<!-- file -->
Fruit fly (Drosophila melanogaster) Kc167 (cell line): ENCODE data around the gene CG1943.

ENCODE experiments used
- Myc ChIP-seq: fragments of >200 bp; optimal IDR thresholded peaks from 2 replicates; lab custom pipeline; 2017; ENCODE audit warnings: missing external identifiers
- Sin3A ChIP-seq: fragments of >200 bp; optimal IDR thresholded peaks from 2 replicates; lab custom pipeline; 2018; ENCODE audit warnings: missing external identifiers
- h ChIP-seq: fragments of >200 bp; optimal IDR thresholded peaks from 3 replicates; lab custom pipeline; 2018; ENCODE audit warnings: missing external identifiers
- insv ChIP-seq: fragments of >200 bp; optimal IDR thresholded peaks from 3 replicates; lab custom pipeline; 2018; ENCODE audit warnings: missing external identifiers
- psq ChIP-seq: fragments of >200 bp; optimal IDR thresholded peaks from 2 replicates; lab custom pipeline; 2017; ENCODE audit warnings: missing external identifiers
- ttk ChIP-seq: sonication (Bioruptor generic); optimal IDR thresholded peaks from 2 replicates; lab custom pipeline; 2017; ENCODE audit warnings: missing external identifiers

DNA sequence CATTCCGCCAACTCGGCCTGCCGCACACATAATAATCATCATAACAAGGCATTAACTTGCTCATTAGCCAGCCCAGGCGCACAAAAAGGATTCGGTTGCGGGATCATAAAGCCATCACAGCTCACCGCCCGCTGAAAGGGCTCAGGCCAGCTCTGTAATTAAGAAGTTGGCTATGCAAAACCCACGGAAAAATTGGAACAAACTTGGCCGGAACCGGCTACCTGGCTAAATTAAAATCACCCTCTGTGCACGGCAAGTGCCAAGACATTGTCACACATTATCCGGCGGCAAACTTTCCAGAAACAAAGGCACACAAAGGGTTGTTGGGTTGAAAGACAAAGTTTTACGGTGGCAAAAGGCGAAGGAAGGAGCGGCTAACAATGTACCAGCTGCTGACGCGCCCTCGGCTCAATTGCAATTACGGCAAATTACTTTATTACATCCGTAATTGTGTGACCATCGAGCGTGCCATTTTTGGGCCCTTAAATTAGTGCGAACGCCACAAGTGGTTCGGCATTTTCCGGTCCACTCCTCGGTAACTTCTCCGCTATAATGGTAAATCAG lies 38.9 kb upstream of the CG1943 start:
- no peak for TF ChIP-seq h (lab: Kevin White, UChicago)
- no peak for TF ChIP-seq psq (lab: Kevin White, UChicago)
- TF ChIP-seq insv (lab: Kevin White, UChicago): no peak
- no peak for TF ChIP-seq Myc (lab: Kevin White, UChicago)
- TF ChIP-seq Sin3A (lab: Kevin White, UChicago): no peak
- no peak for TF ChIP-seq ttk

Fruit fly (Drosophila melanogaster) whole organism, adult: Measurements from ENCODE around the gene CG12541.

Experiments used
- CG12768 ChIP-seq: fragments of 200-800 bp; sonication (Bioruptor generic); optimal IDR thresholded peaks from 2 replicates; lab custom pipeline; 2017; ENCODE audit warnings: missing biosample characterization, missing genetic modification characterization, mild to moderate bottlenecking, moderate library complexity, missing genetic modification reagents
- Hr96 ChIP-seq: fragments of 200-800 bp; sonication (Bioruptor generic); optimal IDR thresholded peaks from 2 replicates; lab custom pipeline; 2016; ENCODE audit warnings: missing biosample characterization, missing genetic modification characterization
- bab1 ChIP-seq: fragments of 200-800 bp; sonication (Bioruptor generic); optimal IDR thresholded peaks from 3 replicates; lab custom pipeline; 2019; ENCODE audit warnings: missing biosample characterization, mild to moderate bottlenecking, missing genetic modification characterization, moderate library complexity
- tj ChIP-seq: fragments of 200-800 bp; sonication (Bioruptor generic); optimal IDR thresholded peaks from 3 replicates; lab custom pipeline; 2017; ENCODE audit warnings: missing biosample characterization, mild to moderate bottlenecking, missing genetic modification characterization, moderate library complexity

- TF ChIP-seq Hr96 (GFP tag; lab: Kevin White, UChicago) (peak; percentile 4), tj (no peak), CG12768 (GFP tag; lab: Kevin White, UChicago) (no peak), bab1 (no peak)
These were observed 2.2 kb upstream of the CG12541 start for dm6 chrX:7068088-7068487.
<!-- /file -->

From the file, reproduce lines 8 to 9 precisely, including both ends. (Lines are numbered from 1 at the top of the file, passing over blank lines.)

- ttk ChIP-seq: sonication (Bioruptor generic); optimal IDR thresholded peaks from 2 replicates; lab custom pipeline; 2017; ENCODE audit warnings: missing external identifiers

DNA sequence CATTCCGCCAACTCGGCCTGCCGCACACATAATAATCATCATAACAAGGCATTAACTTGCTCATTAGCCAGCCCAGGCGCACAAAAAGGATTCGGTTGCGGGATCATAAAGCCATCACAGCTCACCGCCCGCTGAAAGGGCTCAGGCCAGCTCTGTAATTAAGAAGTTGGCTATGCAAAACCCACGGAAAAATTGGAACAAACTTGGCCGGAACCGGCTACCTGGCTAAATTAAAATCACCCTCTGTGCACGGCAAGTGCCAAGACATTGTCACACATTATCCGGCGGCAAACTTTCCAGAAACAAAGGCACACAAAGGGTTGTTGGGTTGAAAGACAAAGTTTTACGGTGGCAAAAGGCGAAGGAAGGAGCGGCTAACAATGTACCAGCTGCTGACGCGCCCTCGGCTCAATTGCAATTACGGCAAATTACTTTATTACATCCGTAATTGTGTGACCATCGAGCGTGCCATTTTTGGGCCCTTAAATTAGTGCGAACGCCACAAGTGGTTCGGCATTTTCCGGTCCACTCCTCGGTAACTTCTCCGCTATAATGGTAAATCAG lies 38.9 kb upstream of the CG1943 start: